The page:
The production of this book involved many other people, too, as well as exemplary interdepartmental and interpersonal cooperation. In particular, the book owes much to John Lipsky for bringing financial sector issues to the top of the IMF’s policy agenda, and for his inspiration, foreword, and readiness to contribute to the success of our conference, “Putting Europe’s Money to Work” (Brussels, February 21–22, 2007); to Michael Deppler for his support, advice, encouragement, and wisdom; to Axel Bertuch-Samuels, Robert Corker, and Todd Groome for their crucial support and guidance at the early stages of this project; to Linda Griffin Kean and Archana Kumar for their excellent and patient editorial assistance; to Marina Primorac and Sandy Donaldson for their editorial assistance and help in finalizing the book; to Mark Swinburne for supervising work on several of the contributions to this book; to Vanessa Abrea Ince for her always-good-humored administrative, editorial, and all-round assistance; to Chanpheng Dara, Yoon Sook Kim, Oksana Khadarina, Marianne El-Khourri, and Kalin Tintchev for research assistance; to Catherine Willis for marketing advice; to Michaela Schrader for public relations advice; to Camilla Andersen and Olga Stankova, for their help in organizing outreach for the book; to the Bruegel Institute, who co-organized the Brussels conference with us, and in particular to Mario Monti, Jean Pisani-Ferry, Nicolas Véron, Matt Dann, and Martin Saldías Zambrana for doing so much to make our joint conference a success; and to the presenters and participants in our conference for their valuable intellectual contributions.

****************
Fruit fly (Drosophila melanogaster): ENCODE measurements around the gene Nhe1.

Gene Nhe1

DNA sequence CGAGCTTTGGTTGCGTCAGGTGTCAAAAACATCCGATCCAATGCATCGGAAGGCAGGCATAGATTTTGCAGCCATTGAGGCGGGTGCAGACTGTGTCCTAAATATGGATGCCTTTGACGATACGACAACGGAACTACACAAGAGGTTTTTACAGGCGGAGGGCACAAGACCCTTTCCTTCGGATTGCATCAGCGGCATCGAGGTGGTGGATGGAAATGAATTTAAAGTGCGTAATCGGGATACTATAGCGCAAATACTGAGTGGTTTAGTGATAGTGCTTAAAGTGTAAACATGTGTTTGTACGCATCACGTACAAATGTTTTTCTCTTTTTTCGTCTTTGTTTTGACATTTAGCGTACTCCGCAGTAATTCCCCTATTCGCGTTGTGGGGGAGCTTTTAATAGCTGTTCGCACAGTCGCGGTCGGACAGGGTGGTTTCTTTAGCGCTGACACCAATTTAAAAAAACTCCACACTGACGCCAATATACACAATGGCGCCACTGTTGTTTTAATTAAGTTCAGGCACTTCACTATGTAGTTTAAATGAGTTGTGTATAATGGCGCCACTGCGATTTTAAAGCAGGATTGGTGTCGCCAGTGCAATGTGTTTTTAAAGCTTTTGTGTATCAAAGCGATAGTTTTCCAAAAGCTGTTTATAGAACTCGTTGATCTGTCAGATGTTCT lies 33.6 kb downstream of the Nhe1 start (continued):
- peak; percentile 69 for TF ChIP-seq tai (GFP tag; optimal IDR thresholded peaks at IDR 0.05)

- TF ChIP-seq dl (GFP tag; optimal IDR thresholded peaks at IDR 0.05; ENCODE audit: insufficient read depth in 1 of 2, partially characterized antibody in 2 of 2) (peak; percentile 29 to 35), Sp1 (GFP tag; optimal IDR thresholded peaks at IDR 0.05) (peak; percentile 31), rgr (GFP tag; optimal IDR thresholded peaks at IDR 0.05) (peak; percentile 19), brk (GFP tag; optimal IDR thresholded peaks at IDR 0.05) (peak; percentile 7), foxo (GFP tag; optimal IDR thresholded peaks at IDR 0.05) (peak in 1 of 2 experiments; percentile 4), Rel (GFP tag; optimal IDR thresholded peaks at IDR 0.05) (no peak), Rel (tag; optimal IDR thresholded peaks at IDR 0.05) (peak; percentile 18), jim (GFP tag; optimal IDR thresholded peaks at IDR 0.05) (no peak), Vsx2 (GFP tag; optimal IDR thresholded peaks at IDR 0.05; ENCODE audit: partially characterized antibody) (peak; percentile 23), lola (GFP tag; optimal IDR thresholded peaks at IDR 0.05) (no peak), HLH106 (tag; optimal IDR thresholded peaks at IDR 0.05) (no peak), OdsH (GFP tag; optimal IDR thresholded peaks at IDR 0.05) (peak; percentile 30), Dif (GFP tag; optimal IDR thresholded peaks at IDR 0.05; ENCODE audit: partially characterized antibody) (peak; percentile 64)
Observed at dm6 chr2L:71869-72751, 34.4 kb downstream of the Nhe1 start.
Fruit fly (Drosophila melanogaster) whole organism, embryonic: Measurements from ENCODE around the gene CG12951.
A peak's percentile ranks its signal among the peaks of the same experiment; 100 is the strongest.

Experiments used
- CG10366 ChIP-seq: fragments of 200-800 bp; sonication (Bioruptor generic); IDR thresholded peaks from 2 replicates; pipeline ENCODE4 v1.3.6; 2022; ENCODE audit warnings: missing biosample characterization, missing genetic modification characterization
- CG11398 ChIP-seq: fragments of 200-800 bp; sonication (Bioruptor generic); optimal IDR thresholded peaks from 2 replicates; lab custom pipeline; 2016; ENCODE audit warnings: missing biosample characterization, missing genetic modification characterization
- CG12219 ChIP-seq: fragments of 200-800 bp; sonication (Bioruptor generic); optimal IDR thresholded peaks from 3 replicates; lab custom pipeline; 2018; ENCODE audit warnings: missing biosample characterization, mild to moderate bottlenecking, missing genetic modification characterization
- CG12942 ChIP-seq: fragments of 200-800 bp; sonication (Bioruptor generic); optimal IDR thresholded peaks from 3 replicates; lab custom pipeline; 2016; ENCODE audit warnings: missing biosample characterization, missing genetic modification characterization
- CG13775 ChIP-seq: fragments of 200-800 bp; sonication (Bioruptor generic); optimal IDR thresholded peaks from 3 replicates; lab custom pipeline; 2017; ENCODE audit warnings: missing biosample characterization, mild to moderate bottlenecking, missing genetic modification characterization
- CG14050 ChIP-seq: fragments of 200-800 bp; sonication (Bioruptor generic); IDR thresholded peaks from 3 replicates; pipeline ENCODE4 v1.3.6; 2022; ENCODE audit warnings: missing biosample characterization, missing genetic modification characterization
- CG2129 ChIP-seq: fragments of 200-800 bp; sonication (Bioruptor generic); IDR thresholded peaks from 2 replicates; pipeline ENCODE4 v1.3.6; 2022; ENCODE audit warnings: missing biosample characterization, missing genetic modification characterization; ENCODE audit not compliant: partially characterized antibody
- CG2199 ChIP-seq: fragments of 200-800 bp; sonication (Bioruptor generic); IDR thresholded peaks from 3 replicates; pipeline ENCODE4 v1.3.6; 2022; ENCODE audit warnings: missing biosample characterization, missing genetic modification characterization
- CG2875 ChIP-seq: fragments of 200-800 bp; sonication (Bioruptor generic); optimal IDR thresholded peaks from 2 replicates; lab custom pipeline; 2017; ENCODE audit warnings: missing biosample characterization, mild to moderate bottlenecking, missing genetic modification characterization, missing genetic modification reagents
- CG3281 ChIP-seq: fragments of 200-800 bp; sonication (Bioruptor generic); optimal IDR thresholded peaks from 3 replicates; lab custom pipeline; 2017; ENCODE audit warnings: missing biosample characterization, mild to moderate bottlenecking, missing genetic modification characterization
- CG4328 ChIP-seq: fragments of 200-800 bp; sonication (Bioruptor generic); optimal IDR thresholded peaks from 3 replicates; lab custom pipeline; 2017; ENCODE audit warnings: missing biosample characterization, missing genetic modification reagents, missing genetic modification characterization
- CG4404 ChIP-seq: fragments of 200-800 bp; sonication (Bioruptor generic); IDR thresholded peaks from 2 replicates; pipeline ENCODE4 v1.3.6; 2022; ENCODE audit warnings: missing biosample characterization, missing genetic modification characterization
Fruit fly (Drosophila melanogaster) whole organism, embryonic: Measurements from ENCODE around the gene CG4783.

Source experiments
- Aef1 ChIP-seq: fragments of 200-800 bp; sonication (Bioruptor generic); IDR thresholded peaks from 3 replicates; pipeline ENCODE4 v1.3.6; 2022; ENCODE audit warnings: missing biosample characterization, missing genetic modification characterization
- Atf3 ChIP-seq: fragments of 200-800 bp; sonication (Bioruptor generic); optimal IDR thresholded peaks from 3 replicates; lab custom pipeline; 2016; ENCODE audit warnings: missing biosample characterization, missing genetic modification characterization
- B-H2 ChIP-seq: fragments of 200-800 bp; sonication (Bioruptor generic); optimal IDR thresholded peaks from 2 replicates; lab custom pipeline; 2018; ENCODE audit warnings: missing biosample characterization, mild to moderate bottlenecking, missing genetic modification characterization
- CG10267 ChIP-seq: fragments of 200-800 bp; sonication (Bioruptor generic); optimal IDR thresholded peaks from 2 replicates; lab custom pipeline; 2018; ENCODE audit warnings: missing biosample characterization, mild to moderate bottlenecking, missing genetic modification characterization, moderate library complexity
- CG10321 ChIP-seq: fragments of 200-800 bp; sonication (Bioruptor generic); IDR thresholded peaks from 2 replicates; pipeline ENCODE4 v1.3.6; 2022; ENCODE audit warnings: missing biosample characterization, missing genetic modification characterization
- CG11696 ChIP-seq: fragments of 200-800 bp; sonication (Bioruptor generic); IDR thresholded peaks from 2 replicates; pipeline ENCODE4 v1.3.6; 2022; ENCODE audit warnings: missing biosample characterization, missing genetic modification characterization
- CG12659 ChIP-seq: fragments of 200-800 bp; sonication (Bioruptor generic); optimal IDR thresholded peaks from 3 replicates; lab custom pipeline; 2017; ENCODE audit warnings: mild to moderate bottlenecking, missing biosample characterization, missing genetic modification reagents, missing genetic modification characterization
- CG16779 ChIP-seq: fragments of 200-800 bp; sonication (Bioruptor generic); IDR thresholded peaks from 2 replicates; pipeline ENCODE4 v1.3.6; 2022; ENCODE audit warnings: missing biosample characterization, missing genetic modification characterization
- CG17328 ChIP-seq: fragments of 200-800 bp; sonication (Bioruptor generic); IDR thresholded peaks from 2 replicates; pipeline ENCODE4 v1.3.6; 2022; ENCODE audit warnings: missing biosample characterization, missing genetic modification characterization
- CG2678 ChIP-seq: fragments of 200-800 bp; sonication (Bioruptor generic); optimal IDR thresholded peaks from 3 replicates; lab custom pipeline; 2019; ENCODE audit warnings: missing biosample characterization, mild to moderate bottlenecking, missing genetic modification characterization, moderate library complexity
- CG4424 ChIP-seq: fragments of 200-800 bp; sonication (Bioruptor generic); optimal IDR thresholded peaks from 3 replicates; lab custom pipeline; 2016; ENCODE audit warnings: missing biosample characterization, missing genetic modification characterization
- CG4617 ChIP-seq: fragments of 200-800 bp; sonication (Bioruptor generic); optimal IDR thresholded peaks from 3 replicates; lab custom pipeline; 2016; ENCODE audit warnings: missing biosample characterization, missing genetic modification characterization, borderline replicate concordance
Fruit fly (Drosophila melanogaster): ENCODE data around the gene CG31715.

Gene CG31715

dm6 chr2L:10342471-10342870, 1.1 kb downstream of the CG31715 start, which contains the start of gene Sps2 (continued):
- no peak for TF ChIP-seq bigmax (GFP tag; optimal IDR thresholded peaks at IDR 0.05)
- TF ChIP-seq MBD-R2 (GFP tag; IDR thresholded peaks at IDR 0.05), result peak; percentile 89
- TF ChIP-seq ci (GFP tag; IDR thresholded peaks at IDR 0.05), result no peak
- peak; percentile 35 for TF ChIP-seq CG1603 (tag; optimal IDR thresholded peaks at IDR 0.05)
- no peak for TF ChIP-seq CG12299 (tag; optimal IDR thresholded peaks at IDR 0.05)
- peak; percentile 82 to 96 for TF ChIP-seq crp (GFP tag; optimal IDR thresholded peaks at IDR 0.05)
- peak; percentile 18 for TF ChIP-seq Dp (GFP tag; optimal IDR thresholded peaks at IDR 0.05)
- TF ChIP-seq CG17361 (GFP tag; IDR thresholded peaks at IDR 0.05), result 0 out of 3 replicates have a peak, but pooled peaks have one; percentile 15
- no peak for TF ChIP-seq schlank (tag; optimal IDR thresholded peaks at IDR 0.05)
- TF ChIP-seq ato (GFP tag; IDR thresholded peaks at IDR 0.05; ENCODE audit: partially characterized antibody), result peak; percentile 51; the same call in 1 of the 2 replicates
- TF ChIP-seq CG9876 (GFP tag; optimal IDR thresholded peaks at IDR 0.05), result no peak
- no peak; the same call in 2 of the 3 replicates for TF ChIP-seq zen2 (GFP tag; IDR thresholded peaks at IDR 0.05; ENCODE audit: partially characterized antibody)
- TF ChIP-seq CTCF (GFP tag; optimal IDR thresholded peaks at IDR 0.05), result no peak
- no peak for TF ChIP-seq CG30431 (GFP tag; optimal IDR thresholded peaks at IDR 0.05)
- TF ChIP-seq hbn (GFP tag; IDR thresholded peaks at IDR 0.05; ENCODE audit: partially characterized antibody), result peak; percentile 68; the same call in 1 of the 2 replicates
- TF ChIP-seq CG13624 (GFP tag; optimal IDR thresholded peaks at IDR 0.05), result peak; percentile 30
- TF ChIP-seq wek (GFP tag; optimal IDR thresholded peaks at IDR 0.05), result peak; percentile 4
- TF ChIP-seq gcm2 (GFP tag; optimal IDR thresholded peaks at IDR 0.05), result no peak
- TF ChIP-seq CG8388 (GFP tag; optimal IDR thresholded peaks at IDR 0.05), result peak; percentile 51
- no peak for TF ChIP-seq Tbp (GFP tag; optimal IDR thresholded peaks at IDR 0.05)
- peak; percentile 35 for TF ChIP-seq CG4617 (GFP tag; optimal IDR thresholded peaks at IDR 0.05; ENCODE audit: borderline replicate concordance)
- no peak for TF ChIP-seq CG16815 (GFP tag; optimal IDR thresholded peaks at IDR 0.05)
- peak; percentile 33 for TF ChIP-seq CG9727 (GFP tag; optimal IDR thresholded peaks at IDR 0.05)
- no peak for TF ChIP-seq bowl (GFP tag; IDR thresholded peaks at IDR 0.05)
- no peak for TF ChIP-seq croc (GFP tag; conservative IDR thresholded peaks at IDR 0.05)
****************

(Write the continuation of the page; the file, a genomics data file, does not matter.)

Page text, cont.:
This book benefited from the constructive and frank discussions on financial integration that the authors and members of the IMF’s EU Policies team have had in recent years with staff at the European Central Bank (ECB) and the European Commission and with many other experts in Europe. Without implicating anyone and with inevitable risks of omission, we would like to extend special thanks to Joaquín Almunia, John Berrigan, Per Callesen, Olli Castrén, Bernard Delbecque, Servaas Deroose, Frank Dierick, Carlos Egea, Andrea Enria, Sebastian Fairhurst, Gillian Garcia, Mauro Grande, Philipp Hartmann, Baron Alexandre Lamfalussy, Karel Lannoo, Fabienne Lefebvre, Philippe Moutot, María J. Nieto, Peter Nijsse, Loukas Papademos, Patrick Pearson, Peter Praet, Guido Ravoet, Klaus Regling, Delphine Sallard, Roberto de Santis, Wolfgang Schill, Dirk Schoenmaker, Imfried Schwimann, Panagiotis Strouzas, Pedro Gustavo Teixeira, Elemer Tertak, Jean-Claude Trichet, Freddy Van den Spiegel, and David Wright. The book also benefited from input from participants in various seminars held at the European Commission, the ECB, and the IMF. The views expressed in this book are those of the authors, and should not be attributed to the International Monetary Fund, its Executive Board, or its management.
autoregressive conditional heteroscedasticity
Revised international capital framework for banks agreed by the Basel Committee on Banking Supervision in June 2004
Basel Core Principles for Effective Banking Supervision
Bank for International Settlements
capital asset pricing model
correspondent central bank
Correspondent Central Banking Model (Eurosystem)
Committee of European Banking Supervisors
Committee of European Insurance and Occupational Pensions Supervisors